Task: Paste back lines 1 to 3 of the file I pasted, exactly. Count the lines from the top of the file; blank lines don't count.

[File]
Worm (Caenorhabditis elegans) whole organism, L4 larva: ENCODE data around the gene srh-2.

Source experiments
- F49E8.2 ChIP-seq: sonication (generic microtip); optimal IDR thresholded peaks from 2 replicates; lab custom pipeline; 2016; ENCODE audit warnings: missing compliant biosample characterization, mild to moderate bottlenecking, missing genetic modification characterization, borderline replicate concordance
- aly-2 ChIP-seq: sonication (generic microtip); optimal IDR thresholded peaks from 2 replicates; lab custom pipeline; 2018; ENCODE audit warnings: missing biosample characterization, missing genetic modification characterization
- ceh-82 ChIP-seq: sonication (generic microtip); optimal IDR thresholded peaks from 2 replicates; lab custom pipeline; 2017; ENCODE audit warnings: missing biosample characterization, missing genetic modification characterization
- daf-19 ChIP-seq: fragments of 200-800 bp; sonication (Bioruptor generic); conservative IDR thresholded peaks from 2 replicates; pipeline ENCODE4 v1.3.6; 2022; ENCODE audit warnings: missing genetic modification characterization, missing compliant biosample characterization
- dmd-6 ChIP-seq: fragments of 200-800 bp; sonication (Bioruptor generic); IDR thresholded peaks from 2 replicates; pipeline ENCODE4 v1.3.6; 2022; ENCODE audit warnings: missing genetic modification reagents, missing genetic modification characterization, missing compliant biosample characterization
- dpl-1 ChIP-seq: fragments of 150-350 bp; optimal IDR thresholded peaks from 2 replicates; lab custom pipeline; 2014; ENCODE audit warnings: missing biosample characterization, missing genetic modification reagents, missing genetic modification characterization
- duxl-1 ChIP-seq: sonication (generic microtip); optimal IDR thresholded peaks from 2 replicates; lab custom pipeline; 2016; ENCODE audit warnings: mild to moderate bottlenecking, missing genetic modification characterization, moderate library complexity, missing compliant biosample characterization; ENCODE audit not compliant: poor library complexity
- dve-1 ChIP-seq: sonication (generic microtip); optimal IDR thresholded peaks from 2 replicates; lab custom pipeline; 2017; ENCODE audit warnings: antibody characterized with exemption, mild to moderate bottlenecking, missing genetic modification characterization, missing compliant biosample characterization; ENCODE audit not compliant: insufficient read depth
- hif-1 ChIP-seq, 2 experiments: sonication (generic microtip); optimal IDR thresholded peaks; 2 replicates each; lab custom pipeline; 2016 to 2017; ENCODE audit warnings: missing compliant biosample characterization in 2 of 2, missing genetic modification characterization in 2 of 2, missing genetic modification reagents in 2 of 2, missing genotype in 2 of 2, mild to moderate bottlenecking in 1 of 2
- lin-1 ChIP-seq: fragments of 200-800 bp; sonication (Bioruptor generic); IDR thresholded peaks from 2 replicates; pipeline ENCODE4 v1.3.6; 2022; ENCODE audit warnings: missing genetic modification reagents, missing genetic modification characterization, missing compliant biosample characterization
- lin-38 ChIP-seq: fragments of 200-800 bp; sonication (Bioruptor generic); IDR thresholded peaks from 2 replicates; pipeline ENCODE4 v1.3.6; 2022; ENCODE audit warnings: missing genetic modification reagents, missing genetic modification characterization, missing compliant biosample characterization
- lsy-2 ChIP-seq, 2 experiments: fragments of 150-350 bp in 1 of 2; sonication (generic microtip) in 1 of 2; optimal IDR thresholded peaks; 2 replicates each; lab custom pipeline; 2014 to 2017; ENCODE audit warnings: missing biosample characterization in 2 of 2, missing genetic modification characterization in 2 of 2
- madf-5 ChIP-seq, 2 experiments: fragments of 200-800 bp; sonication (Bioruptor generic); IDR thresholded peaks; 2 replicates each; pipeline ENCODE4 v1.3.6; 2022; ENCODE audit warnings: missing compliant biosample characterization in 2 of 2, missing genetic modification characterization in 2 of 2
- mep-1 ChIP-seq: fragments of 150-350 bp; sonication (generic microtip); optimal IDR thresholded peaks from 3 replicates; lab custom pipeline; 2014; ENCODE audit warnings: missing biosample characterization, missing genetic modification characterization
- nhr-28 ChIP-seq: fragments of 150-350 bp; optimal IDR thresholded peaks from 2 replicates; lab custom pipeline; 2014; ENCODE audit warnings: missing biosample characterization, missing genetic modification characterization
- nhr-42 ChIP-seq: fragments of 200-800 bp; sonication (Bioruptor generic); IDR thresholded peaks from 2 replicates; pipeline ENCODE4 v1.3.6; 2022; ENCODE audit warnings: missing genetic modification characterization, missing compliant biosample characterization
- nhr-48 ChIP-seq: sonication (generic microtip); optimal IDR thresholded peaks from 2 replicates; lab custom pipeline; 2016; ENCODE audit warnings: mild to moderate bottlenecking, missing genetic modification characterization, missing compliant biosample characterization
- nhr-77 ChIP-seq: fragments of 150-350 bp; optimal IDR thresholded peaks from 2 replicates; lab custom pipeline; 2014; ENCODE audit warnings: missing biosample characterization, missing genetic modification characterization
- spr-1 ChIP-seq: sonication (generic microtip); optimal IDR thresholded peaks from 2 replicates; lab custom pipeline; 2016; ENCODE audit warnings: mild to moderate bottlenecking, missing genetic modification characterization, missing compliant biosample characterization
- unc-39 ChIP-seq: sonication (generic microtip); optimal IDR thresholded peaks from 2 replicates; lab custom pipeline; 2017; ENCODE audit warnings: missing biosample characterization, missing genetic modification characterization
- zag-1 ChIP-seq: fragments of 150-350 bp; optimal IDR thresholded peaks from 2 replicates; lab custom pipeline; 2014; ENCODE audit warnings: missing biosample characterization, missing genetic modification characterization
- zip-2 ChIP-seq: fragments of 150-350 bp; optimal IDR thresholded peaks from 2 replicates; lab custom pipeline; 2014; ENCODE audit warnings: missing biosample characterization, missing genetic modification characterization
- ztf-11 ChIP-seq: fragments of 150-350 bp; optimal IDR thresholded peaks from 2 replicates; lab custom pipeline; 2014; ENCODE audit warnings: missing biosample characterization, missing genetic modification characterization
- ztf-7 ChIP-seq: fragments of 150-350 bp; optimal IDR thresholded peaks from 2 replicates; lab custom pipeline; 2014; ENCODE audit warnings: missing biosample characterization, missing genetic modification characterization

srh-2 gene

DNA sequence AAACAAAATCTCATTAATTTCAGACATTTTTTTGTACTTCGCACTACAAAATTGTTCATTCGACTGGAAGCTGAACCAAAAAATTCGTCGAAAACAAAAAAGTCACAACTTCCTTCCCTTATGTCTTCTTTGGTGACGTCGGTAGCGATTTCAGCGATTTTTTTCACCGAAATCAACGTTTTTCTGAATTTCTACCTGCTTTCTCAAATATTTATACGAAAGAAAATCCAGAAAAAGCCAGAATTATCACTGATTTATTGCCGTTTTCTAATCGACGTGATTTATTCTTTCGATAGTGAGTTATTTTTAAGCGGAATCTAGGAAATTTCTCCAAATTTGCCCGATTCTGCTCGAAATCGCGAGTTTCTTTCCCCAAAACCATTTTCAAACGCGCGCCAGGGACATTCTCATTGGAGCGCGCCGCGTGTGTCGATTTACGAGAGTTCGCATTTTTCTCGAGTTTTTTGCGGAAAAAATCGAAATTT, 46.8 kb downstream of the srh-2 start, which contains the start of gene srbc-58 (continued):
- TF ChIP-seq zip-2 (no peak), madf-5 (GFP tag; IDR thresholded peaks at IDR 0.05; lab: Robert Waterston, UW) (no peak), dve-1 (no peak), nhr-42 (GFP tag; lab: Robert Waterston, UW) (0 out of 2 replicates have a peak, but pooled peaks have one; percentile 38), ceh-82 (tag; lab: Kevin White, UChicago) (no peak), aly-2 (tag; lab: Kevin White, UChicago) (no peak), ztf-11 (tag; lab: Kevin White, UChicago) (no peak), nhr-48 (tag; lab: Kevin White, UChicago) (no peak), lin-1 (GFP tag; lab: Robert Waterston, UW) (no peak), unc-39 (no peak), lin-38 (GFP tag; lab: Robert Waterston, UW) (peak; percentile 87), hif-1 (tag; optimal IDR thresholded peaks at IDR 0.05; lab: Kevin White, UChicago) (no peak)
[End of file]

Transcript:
Worm (Caenorhabditis elegans) whole organism, L4 larva: ENCODE data around the gene srh-2.

Source experiments
- F49E8.2 ChIP-seq: sonication (generic microtip); optimal IDR thresholded peaks from 2 replicates; lab custom pipeline; 2016; ENCODE audit warnings: missing compliant biosample characterization, mild to moderate bottlenecking, missing genetic modification characterization, borderline replicate concordance